In today’s world of technology, communications systems are faster than a speeding bullet. Billions of pieces of data are searched with the click of a mouse, and presto-bingo your results are at your fingertips in 1.3 seconds.
Rotary phones, party lines, telegrams, manual typewriters and carbon paper were once our premiere means of communication, but are now considered fossils and are displayed in museums as relics of days gone by. Look how far we have come. There was no charge for friendly operator assistance, and today we have automated phone systems that prohibit human contact no matter how many times you press “0”. Must be one of the hidden costs of progress.
We have become an internet connected global community who rely on high-tech information sharing systems via you-tube, Yahoo news, text me, I-Pods, E-bay shopping, My Space, Google it, Face Book and Can you “Digg” it?
With all the advancements that have been made over the past couple of decades simplifying our lives yet challenging us to figure out how to communicate with these new gadgets, there are some who saw a way to make sure there would be NO sharing of information and created systems that were in a word, not “user” friendly and saw no need for tech support.
The VA took all this technology and built a fortress designed to pass as an actual “informational system” based off the model of a maze that really does not have an exit, and rather than write it in code, they wrote it in legalese just in case someone managed to penetrate the system. In all fairness, it is a government agency and “Top Secret” information needs to be protected from the masses – especially the veterans and their families. Totally understandable.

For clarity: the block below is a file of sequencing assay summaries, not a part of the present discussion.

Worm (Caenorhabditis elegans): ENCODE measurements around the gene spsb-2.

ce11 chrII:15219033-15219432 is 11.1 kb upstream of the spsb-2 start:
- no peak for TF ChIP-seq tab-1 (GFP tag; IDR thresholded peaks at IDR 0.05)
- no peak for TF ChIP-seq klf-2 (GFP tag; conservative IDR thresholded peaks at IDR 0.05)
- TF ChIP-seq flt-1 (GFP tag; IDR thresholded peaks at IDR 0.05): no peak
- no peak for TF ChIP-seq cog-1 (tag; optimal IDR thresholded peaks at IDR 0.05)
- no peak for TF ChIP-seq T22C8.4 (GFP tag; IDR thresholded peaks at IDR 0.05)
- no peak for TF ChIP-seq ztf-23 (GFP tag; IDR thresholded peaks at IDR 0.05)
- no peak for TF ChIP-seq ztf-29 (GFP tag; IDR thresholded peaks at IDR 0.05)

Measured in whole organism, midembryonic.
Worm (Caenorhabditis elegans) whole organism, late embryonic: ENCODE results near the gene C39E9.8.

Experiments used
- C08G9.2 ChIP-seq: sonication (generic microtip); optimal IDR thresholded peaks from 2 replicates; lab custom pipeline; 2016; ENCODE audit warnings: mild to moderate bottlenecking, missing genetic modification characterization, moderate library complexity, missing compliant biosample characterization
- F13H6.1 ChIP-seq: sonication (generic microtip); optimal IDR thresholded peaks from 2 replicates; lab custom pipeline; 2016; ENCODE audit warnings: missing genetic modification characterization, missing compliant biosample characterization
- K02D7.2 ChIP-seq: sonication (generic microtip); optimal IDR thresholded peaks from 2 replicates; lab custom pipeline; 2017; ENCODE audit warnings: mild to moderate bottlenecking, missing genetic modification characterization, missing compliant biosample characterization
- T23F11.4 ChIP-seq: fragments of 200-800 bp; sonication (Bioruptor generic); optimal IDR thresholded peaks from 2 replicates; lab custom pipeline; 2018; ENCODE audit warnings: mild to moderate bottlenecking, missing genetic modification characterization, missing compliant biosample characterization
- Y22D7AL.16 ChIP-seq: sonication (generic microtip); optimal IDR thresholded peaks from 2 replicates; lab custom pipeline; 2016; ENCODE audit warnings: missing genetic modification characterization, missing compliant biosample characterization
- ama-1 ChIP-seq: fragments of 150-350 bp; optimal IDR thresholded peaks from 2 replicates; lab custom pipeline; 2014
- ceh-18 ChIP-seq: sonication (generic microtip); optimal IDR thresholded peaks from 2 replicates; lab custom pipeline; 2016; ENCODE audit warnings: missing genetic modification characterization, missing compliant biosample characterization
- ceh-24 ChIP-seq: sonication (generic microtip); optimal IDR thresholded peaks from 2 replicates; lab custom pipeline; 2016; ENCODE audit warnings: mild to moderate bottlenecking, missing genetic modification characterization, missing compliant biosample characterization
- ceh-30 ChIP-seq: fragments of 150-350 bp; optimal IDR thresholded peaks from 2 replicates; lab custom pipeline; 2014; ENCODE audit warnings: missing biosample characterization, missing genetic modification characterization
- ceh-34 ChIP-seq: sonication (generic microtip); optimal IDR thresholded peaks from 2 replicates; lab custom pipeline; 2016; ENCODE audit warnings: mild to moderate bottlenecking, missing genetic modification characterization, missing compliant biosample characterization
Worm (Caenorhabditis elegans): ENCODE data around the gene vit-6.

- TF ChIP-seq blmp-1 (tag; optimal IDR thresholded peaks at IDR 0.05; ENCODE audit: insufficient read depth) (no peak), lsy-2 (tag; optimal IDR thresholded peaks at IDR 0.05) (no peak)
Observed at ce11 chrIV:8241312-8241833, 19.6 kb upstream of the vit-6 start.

Did you know that the VA has a “Smart” phone and fax system? How clever is this? The minute you pick up the phone to dial the VA’s 800# the system recognizes the area code you are calling from, the first 3 prefixes of your phone number and routes your call to the nearest call center physically located to you. In the event that call center is extremely busy, (can’t imagine that) it will “smartly” route you the next closest call center and so on until your call goes into queue waiting for “assistance”.
Here is where it gets even better. The person that you finally connect with is on a time limit for how long they can stay on the phone with you. They don’t have time to listen to your hour long story that you have probably already told countless times, or how frustrated you are that you can’t get an answer, or the answer is completely different from the last one you got. Misinformation is an important component to this equation resulting in confusion, exasperation and giving up.
Every VSR (VA Service Rep) in all the 57 VA centers across the country are mandated to process 70+ calls a day. Otherwise they are penalized for under -performing. It is important to be able to justify the call volume and be able to say that the center is effectively handling and processing all inquiries. Don’t be confused that this has anything to do with actually helping 70+ veterans or family members. That is not the intent of the system. Remember it is about not sharing.